Topic - Brian Leveson

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  • Rowling to UK govt: Don't let down hacking victims

    Celebrities including J.K. Rowling and Hugh Grant accused the British government on Sunday of letting down the victims of media intrusion and urged tough new measures to rein in Britain's unruly press.

  • JK Rowling 'dismayed' at response to press report

    Victims of press intrusion including writer J.K. Rowling on Friday urged Britain's political leaders to fully implement a judge's recommendations on regulating the country's often unruly newspapers.

  • Lord Justice Brian Leveson holds a summary of his report into the culture and practices of the British press and his recommendations for future regulation, on Thursday, Nov. 29, 2012, at the Queen Elizabeth II Conference Centre in London. (AP Photo/Matt Dunham)

    U.K. judge issues damning press verdict

    Britain needs a new independent media regulator to eliminate a subculture of unethical behavior that infected segments of the country's press, a senior judge said Thursday at the end of a yearlong inquiry into newspaper wrongdoing.

  • UK newspapers steer clear of naked Harry photos

    The prince has no clothes _ but most British newspapers aren't running the pictures.

  • Former British Prime Minister Tony Blair leaves his house in central London, Monday, May 28, 2012. (AP Photo/Sang Tan)

    Tony Blair says he ducked fight with U.K. media

    Former Prime Minister Tony Blair testified Monday that he never challenged the influential British press because doing so would have plunged his administration into a drawn-out and politically damaging fight.

  • TV presenter: Piers Morgan told me how to hack

    A prominent British TV presenter said Wednesday that CNN talk show host Piers Morgan gave him a primer on phone hacking, a revelation that suggests he knew a fair amount about how the shady practice was carried out.

  • News Corp. Chairman Rupert Murdoch appears before Lord Justice Brian Leveson's inquiry into U.K media ethics on Wednesday, April 25, 2012, in London. (AP Photo/Pool)

    At inquiry, Rupert Murdoch defends 50-year record

    News Corp. Chairman Rupert Murdoch defended his globe-spanning, half-century-long media career Wednesday, telling an official inquiry into U.K. media ethics that he never gave his editors orders on who to back or used his political sway for financial gain.

  • Media scion James Murdoch arrives at the Levenson media inquiry to give evidence at the High Court in London on Tuesday, April 24, 2012. (AP Photo/Alastair Grant)

    James Murdoch quizzed on private lobbying of U.K. leaders

    James Murdoch's behind-the-scenes lobbying campaign spilled out into the public domain Tuesday as documents detailing his close ties to the British establishment were examined by a judge-led inquiry into media ethics.

  • James Murdoch grilled over UK phone hacking

    James Murdoch defended his record at the head of his father's scandal-tarred British newspaper unit before a U.K. inquiry Tuesday, saying that subordinates prevented him from making a clean sweep at the now-defunct News of the World tabloid.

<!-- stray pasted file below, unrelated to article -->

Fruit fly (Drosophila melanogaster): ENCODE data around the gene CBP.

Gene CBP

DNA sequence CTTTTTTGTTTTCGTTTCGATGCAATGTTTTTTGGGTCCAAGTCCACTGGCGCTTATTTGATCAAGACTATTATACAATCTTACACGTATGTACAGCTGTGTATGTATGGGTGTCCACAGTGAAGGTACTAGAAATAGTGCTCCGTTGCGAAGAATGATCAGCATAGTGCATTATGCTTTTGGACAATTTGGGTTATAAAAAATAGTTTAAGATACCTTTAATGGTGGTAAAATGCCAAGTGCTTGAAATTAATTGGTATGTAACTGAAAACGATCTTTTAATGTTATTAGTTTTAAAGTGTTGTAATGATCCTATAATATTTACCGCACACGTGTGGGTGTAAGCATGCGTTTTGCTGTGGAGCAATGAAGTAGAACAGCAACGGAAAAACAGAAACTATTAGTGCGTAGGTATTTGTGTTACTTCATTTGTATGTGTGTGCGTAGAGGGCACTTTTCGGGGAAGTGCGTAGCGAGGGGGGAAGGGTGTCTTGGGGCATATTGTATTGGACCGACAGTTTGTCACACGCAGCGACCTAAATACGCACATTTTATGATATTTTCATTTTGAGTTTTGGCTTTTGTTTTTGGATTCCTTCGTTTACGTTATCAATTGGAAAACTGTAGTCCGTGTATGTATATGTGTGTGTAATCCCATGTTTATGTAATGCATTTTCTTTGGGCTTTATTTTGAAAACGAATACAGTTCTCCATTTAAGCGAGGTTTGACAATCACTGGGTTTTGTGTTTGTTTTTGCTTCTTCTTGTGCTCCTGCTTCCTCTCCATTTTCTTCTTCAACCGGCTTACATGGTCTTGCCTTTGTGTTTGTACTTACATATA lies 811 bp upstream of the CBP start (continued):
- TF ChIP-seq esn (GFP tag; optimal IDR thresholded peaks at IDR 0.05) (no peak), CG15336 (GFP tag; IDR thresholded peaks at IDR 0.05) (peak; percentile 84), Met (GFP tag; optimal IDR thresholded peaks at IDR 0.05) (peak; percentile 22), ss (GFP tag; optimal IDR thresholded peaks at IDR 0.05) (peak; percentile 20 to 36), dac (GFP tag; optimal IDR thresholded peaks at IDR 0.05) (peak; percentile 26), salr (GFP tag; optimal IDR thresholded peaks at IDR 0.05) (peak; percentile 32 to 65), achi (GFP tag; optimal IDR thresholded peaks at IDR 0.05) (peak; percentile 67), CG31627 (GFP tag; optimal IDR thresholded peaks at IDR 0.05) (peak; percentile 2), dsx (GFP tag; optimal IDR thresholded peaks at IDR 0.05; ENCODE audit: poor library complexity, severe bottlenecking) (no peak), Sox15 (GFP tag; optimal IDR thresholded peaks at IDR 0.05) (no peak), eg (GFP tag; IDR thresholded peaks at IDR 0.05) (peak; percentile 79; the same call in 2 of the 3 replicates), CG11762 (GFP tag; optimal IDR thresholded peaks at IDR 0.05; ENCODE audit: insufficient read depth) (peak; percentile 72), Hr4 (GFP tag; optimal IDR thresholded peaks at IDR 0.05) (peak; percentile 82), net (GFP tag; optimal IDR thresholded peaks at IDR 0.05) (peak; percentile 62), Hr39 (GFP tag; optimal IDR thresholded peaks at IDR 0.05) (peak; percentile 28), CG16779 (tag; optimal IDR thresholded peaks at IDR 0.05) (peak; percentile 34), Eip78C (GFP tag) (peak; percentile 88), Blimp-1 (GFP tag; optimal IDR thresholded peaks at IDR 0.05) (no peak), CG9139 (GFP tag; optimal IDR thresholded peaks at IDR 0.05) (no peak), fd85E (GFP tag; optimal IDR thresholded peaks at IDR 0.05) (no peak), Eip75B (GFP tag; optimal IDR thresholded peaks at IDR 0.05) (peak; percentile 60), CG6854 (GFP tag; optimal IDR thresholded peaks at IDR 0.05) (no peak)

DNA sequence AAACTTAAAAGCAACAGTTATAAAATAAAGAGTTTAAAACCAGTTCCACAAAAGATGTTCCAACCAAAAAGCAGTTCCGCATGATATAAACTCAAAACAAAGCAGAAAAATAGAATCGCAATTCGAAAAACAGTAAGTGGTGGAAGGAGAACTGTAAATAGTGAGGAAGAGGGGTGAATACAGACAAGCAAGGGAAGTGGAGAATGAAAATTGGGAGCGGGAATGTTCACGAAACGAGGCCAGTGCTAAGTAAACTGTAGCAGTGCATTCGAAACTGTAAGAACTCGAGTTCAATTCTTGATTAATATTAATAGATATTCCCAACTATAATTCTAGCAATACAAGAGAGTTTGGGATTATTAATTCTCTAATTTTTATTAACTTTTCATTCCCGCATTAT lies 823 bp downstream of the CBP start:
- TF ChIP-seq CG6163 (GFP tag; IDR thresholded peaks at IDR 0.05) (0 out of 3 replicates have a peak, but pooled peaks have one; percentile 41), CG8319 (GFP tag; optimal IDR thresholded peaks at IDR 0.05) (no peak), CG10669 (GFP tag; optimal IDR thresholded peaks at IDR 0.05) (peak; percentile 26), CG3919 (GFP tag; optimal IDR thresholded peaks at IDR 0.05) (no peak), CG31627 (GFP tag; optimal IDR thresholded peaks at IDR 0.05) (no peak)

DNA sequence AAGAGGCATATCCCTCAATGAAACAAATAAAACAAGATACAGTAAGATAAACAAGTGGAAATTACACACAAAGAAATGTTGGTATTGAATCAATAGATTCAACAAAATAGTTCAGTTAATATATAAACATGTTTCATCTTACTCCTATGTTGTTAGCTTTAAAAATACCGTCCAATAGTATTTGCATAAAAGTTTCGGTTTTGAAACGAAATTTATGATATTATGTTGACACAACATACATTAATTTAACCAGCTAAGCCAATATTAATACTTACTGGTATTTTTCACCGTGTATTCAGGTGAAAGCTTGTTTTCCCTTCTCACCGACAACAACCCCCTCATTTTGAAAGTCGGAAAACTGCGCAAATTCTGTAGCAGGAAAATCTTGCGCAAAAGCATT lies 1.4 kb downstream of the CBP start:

• Heather Mills says McCartney calls were hacked

    She squared off against former Beatle Paul McCartney in divorce court; on Thursday, Heather Mills took on Piers Morgan at Britain's media ethics inquiry.

  • Celeb magazine editors speak at UK ethics inquiry

    After weeks examining the illicit and underhanded practices of sensation-hungry press, Britain's media ethics inquiry shifted its gaze Wednesday to celebrity magazine editors, who painted a kinder, gentler picture of their trade.

  • Elle Macpherson's adviser: Hacking cost me my job

    Elle Macpherson fired her business adviser for leaking secrets when journalists were actually getting juicy details about the supermodel by hacking into her phone, the former aide told a British inquiry into media ethics Tuesday.

  • News Corp. executive James Murdoch (left) is driven away from a drive-in entrance at Portcullis House after his second appearance before British parliamentarians investigating the country's phone hacking scandal in London, on Nov. 10, 2011. (Associated Press)

    U.K. media inquiry begins, could lead to shake up

    The press likes to cast itself as society's guardian. On Monday, the judge leading the investigation into Britain's deepening phone hacking scandal vowed to find an answer to the question: Who guards the guardians?

  • Hugh Grant: Reform needed after phone hacking saga

    Actor Hugh Grant says Britain's leader has told him he will support reforms of the country's scandal-hungry media in the wake of the tabloid phone hacking scandal.

  • Actors, crime victims participate in press inquiry

    An electic mix of celebrities, crime victims and former police suspects will take part in a judge-led inquiry into the state of Britain's scandal-tarred press.

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